A claim for damages of at least R6 million for the "wrongful suffering" of a child born with Down's syndrome was heard in the Constitutional Court, The Times reported on Friday.
The mother, who cannot be named to protect the child's identity, wanted the Foetal Assessment Centre in Claremont to pay damages for failing to recognise that her unborn son was at "very high risk" of Down's syndrome, according to the report.
Had she known the severity of the risk, she would have aborted the foetus, according to the report.
Instead of the parents having to bear the costs of caring for the child the Foetal Assessment Centre should be responsible, she argued.
The High Court in Cape Town dismissed the mother's application earlier this year.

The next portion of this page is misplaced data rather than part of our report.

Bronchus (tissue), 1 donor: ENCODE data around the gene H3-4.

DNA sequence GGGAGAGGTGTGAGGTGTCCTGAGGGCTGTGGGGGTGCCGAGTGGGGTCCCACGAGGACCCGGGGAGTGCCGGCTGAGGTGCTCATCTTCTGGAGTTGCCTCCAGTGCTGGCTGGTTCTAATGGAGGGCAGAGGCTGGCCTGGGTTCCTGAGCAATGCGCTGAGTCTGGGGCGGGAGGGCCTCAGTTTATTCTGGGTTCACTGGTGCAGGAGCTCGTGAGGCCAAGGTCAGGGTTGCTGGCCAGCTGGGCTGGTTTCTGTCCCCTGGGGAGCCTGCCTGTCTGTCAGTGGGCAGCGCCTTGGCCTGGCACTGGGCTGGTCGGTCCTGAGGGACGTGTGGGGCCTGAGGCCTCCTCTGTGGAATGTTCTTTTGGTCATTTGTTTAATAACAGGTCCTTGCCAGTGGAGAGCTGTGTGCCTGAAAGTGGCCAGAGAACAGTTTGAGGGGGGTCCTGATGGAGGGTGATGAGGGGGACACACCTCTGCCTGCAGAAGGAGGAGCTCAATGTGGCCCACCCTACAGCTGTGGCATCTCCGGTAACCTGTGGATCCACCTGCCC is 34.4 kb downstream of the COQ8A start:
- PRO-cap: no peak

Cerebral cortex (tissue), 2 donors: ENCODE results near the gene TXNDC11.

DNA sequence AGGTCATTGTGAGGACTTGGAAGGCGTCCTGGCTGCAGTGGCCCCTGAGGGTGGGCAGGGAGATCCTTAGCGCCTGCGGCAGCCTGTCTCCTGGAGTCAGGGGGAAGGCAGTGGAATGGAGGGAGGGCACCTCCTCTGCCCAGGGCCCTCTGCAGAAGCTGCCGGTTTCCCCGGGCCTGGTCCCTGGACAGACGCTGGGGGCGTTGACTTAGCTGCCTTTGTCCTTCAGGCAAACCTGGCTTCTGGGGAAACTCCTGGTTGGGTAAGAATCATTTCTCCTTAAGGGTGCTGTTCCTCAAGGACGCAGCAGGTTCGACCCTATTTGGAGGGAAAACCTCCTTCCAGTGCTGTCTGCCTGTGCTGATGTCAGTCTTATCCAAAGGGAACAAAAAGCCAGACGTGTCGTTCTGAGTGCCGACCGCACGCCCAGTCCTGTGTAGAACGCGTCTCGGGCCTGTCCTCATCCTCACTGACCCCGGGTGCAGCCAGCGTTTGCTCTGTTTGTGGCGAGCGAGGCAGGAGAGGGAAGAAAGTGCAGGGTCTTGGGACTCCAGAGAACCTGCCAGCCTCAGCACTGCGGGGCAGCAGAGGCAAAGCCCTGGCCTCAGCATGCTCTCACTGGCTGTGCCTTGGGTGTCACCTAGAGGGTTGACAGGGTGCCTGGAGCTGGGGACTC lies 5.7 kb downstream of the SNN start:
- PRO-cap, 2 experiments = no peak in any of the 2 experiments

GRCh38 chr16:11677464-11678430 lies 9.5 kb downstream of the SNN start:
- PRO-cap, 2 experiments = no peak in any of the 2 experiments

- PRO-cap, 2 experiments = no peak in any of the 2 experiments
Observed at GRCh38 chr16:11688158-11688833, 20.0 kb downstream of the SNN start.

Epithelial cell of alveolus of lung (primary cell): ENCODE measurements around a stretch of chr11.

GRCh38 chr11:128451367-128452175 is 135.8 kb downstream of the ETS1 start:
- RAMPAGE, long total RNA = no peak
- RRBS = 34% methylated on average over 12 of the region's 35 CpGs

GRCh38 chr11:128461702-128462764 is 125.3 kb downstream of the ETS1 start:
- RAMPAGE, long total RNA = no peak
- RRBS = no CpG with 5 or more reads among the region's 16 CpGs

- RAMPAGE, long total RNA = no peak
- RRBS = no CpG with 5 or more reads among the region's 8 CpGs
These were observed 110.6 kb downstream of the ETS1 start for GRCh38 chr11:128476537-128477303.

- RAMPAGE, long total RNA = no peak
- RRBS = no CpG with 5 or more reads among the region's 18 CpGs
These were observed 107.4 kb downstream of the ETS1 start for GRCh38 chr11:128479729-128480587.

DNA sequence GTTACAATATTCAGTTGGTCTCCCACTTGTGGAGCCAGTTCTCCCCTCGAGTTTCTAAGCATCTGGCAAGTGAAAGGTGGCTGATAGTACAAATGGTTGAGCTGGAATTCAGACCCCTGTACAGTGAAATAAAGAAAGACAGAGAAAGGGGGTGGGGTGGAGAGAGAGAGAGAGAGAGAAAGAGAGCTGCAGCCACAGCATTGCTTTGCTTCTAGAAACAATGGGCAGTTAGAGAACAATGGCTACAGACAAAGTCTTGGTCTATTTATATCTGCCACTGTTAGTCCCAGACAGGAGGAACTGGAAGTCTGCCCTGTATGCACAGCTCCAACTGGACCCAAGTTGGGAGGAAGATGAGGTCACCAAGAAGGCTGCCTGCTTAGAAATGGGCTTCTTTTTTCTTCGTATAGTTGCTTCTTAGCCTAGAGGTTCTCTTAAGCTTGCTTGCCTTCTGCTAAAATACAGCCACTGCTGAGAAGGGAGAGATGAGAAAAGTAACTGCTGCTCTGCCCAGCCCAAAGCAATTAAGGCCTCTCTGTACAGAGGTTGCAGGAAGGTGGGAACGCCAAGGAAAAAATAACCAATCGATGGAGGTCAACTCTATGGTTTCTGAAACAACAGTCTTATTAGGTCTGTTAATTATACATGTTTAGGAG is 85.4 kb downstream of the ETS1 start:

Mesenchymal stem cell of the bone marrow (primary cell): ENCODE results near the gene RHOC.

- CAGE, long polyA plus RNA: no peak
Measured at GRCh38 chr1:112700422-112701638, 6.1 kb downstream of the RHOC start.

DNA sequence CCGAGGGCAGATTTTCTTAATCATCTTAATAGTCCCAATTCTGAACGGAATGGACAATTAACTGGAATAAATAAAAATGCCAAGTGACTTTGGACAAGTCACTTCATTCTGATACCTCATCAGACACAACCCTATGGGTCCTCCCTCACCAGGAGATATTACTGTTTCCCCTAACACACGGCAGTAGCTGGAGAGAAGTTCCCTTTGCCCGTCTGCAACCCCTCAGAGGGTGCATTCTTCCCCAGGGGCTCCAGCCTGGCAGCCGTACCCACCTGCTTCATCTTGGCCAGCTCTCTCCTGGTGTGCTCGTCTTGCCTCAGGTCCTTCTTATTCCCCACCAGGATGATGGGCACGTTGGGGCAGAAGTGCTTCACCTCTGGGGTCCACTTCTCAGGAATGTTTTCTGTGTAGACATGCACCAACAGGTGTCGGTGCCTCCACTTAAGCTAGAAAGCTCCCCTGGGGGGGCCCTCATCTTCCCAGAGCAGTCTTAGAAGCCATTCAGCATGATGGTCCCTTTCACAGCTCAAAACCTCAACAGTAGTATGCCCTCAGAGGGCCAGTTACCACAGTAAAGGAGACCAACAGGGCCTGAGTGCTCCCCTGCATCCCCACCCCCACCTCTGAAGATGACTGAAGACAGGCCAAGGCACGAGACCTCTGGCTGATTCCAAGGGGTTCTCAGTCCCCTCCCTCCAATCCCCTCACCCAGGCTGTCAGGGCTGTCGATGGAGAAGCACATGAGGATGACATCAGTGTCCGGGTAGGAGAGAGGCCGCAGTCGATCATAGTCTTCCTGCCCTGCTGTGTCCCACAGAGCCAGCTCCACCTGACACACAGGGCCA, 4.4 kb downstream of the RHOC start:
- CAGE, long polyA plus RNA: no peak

The Claremont centre opposed the application.
Citing case law, the high court noted that such a claim -- which would require a court to determine whether a child should have been born --"goes to the heart of what it is to be human, [something that] should not be asked of the law".
But in the Constitutional Court, the mother denied basing her damages claim on "wrongful life", instead making the novel claim of "wrongful suffering".
She said that instead of considering whether her son should have been born the court should determine whether the centre's alleged negligence should result in it paying damages, according to the report.
Judgement was reserved.
Source : Sapa